But last summer the news broke that this veteran had not received all of the money raised. Questions were being asked about where the funds went. Now there is a lawsuit, and talk of criminal charges against the lady that he rescued, the lady that championed his cause on the crowd-finding site, according to CBS News. The motorist and her spouse are accused of spending significant sums "on lavish vacations, a new BMW and more." Authorities have seized records and the BMW. Stories like this have led to "a website called GoFraudMe." It "tracks online donation scams." Officials there note that donors are often called upon to deliver "a quick fix to complex problems." 

It seems that there is no end to the challenges of daily life. We are all presented with situations involving those with whom we share this journey. We see character and contribution, but we also see behavior that ranges from below par to downright despicable. We may wonder how we would react in a situation of danger, would we fight or flee? But, it is truly a sad day when we would step over a heart attack victim to rob his store. It is truly a sad day when the charity of others might be stolen by those whose predicament gave rise to people helping in the first instance. 

It is encouraging to see that some young people not only understand citizenship, but practice it. We hear a great deal of derision for young people today, and it is encouraging to know that for all the negative stories like the heart attack thieves, there is a kid returning a wallet, providing first aid, or just helping someone with daily tasks at the local Wendy's. Perhaps in their selflessness we can all see ourselves as we should hope to be? Maybe we each have a chance each day to do something kind and helpful, if we only remain vigilant and seize the opportunity when we see it?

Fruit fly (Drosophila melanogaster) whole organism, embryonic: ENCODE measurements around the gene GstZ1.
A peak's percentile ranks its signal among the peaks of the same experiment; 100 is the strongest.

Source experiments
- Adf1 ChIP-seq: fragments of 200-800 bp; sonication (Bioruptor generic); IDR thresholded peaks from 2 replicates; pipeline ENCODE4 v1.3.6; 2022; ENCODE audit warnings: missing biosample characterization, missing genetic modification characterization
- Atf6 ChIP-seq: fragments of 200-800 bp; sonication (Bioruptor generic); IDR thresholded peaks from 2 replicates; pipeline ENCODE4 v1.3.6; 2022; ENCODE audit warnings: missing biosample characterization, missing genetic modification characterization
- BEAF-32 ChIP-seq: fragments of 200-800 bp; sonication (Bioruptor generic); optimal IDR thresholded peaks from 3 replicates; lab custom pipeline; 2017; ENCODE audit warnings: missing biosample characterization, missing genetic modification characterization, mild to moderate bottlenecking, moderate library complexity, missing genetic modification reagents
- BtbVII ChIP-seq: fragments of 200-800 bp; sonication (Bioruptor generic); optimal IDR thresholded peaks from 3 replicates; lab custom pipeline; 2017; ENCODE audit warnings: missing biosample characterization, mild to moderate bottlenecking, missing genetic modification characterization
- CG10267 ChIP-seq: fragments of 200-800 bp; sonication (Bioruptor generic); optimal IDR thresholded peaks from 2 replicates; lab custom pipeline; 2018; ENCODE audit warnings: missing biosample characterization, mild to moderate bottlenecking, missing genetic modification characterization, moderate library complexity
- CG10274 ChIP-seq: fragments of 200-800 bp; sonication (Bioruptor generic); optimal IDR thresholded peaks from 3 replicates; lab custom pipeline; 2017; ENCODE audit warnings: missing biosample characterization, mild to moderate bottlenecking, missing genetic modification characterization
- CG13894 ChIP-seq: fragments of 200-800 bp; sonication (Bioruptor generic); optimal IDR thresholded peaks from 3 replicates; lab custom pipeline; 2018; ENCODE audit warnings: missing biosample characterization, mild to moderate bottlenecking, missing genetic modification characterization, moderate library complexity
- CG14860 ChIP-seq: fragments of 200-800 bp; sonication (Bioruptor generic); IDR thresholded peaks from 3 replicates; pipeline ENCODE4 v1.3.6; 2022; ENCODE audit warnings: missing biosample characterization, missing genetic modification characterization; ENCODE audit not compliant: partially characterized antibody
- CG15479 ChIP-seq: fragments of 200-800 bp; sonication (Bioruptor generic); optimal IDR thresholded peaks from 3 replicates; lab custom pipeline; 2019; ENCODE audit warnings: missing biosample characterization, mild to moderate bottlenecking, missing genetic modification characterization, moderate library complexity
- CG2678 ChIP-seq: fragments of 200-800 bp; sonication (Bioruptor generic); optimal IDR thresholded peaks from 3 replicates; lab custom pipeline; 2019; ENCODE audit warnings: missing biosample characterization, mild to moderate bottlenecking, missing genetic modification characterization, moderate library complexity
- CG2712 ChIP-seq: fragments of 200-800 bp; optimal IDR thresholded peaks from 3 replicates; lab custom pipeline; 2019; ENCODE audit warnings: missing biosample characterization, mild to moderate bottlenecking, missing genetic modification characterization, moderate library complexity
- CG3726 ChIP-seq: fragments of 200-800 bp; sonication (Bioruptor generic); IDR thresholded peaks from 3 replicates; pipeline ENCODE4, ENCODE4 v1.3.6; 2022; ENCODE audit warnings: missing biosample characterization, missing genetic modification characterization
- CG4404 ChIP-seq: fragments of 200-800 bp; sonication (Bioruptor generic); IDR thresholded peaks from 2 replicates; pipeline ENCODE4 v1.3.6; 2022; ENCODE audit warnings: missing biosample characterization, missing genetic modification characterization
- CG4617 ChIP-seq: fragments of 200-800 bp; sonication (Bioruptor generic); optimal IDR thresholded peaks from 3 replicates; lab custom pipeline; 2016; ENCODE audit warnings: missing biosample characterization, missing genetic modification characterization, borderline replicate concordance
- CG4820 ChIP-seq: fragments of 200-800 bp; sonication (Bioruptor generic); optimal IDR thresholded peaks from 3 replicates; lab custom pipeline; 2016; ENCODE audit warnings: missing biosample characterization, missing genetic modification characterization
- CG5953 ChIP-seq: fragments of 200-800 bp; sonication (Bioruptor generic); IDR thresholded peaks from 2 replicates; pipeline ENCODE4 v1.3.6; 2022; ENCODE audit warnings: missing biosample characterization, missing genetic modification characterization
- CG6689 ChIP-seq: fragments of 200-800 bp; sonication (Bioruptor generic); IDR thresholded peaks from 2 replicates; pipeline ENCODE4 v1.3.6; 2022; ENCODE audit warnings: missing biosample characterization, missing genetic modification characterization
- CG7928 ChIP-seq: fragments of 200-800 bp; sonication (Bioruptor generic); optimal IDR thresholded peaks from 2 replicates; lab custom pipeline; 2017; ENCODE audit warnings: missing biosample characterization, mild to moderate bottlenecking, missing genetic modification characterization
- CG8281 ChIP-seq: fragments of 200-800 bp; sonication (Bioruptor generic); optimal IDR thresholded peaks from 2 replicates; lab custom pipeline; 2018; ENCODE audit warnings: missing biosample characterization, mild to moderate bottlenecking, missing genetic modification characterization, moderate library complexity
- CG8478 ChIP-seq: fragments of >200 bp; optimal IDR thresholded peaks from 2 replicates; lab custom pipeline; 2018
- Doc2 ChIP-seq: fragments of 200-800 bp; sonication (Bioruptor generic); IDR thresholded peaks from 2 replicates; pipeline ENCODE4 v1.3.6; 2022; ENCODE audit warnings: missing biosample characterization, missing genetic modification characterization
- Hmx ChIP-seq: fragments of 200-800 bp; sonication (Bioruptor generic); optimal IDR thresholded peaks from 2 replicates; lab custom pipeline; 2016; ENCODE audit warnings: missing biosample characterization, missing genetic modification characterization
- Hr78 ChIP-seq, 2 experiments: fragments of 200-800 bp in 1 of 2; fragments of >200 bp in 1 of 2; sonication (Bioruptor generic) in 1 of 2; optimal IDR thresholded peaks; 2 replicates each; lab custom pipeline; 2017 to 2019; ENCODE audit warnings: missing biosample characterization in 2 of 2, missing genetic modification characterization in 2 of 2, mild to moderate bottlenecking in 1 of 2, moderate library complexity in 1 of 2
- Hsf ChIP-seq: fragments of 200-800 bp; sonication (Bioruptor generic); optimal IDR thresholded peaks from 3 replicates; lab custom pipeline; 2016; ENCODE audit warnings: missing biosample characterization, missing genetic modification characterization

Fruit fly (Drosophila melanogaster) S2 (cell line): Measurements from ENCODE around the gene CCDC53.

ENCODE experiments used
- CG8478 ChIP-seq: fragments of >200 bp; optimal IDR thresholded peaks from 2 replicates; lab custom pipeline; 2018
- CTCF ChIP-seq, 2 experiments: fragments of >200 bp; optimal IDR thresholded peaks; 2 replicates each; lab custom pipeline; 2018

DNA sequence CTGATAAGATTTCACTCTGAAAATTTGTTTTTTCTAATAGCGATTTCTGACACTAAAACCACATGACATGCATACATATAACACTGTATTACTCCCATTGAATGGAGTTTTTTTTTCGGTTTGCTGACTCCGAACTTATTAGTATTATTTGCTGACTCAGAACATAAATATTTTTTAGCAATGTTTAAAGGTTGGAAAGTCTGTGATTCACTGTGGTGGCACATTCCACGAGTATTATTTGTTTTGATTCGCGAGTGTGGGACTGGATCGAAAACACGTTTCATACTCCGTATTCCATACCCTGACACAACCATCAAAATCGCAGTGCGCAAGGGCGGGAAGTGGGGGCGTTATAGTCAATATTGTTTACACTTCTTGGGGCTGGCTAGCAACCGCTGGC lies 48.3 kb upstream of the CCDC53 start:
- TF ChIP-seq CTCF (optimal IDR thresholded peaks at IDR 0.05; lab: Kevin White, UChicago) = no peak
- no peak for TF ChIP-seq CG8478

David Langham is the Florida Deputy Chief Judge of Compensation Claims. He blogs weekly regarding system issues, regulations and decisions. He has published many articles and delivered more than 1,000 professional speeches.



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    About The Author

    • Judge David Langham

      David Langham is the Deputy Chief Judge of Compensation Claims for the Florida Office of Judges of Compensation Claims at the Division of Administrative Hearings. He has been involved in workers’ compensation for over 25 years as an attorney, an adjudicator, and administrator. He has delivered hundreds of professional lectures, published numerous articles on workers’ compensation in a variety of publications, and is a frequent blogger on Florida Workers’ Compensation Adjudication. David is a founding director of the National Association of Workers’ Compensation Judiciary and the Professional Mediation Institute, and is involved in the Southern Association of Workers’ Compensation Administrators (SAWCA) and the International Association of Industrial Accident Boards and Commissions (IAIABC). He is a vocal advocate of leveraging technology and modernizing the dispute resolution processes of workers’ compensation.